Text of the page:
Our Work Matters

We spend about 101,760* hours of our life at work in a lifetime so let’s pay more attention to the spaces in which we work. Our workspace matters!

Where do you work? It could be a construction site, a shop, a factory or a field or a school or hospital, but for a large chunk of us these days wherever that is, it is somewhere where you sit at a desk, speak to some people and push some things around a screen.

We know technology has blurred the lines between the worlds of work and non-work and expanded our labours into the gaps and moments in between. Work is still where we collectively tend to spend more time and expend more effort than anywhere else.

So it’s odd when you think about it that in our ongoing efforts to squeeze out more productivity and performance, we rarely give a thought or attention to the all-important spaces in which we actually do our work in.

The History of Work Spaces

In The Office: a hardworking history, Gideon Haigh relates the early archaeological evidence of office work in 2000BC Egypt. It took modern communications like the telephone to convert offices from places of work to places of power. Mobile technology has made it possible to do pretty much anything anywhere but our workspaces still hold the place of power.

The cubicles? They came later, a child of 1960s Herman Miller post-industrial design, intended to inject an element of privacy and wellbeing but leaped on, in predictable fashion by the bean counters and taken to extremes. OMG the torture it has visited upon millions.

We now know that cubicles (about 10 sq m is the Australian legal minimum) are bad for us, just like we now know that sitting down all day slogging away at your workstation can kill you.

Cubicles are a special form of post industrial hell that defy all psychological and productivity logic. They’ve maddened millions, plunged us into subterranean scheming and battling to escape to the corner office, or left us cowed, desperate to escape particular shades of nihilistic grey and suck up salmon that make you want to heave.

I can’t think of a good thing that’s come out of them (ok, except maybe for Dilbert and The Office).

Free Range

More recently we’ve hit on the era of Activity Based Working which was supposed to get people out of stuffy offices and away a regular desk. This supposedly provides workers with more freedom and opportunities to bounce around ideas to help us channel our creativity and get all ‘agile’.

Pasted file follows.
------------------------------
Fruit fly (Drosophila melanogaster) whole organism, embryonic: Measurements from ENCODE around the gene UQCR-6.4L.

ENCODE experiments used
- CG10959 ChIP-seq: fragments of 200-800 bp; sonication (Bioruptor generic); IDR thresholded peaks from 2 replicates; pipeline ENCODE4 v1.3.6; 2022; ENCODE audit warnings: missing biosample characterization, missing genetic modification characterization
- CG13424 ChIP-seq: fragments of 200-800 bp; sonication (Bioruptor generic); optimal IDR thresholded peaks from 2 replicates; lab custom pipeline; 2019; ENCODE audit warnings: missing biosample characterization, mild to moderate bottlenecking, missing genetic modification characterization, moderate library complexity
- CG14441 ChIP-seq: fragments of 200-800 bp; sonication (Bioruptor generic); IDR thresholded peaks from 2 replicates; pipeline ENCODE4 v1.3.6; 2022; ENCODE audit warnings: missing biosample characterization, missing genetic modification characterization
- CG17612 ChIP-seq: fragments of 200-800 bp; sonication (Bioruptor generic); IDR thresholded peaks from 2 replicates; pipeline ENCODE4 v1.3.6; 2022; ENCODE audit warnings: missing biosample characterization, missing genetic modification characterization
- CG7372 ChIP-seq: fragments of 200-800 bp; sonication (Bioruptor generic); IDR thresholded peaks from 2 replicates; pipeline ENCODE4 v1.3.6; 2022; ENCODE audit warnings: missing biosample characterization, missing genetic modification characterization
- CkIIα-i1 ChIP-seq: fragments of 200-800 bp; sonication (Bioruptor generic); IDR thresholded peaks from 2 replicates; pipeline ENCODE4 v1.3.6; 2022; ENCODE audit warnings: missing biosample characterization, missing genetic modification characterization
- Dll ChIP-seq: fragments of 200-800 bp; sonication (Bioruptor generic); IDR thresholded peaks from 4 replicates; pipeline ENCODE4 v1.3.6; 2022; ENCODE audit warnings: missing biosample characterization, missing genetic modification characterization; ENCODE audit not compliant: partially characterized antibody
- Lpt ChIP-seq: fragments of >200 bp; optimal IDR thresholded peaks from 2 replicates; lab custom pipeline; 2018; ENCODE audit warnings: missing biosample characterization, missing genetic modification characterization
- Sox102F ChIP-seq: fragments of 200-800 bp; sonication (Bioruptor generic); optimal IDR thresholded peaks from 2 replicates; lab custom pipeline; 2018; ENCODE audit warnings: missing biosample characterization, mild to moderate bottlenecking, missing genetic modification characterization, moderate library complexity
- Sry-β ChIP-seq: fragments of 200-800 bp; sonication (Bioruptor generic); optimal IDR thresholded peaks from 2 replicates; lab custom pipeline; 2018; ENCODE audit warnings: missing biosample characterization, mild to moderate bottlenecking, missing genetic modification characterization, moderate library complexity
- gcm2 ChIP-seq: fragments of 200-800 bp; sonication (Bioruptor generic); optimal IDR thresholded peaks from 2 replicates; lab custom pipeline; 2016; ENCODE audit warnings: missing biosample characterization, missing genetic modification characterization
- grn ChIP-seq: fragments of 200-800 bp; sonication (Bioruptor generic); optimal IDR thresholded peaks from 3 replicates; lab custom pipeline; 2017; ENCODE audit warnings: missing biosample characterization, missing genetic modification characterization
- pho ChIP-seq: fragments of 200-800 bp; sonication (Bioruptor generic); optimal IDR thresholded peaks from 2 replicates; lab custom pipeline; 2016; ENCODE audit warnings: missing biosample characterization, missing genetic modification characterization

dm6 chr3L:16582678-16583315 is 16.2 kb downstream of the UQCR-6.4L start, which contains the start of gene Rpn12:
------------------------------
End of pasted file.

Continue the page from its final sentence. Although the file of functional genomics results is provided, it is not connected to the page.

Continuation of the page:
If you’ve been around the block a few times you’ll know that ABW seems suspiciously like an open plan and hot-desking only with acid citrus couches and weird little collaboration nooks.

Introverts and corner office types tend to struggle here but apparently, that’s how millennials and tech dudes like to roll. And with savings of up to 30% on office space, the bean counters have become big fans too.

But while the spaces might look a bit funky and you can write on the walls, it can be so depersonalising it’s like some bad joke they play on battery chickens.

Workers go “free range” – i.e. regular workstations or offices are banished. They lug their stuff from banks of lockers each day, supposedly let out to roam, free to do their toil.

And in clean desk policies gone mad, many organisations ban personal stuff like family photos, food or footy colours. That leaves the lurking suspicion that, come a day, you’ll get terminated, disappear overnight and no one will miss you.

Creatures of human habit, craving connection, this serves to alienate us into mere knowledge slaves, homeless, aimless and, increasingly anxious.

Where will it end?

It’s like we’re slicing and dicing our humanity into ever tinier pieces to fit the wheels of the productivity machine until eventually, all that’s left are tiny little atoms and poof! one day, somehow your soul has evaporated.

Now we know better and it is high time we consigned the fads and architectural fantasies to history, and started with a fresh design sheet. Not jamming humans into containers but making our work spaces more fit for humans.

We need to think actively about the spaces, how they impact our senses and the emotions and behaviours evoked as we come together in within those spaces.

Natalie Slessor, general manager of workplace and change with global construction and infrastructure company Lendlease says we now have a clearer picture of what does and doesn’t work at work, and what best practice should look like.

Turns out that to really work, our work spaces should look and feel more like our home.

Ask people want they want, says Slessor and they say: ‘I want a workplace that doesn’t feel like a workplace’.

“What they usually mean is they want a work environment that feels authentic, even homely, not clinical or manufactured.”

An environmental psychologist who loves her work humanising our workspaces, Slessor says if we want to get the best out of people at work, we need to start from our human needs and work outward.

LendLease’s Built Environment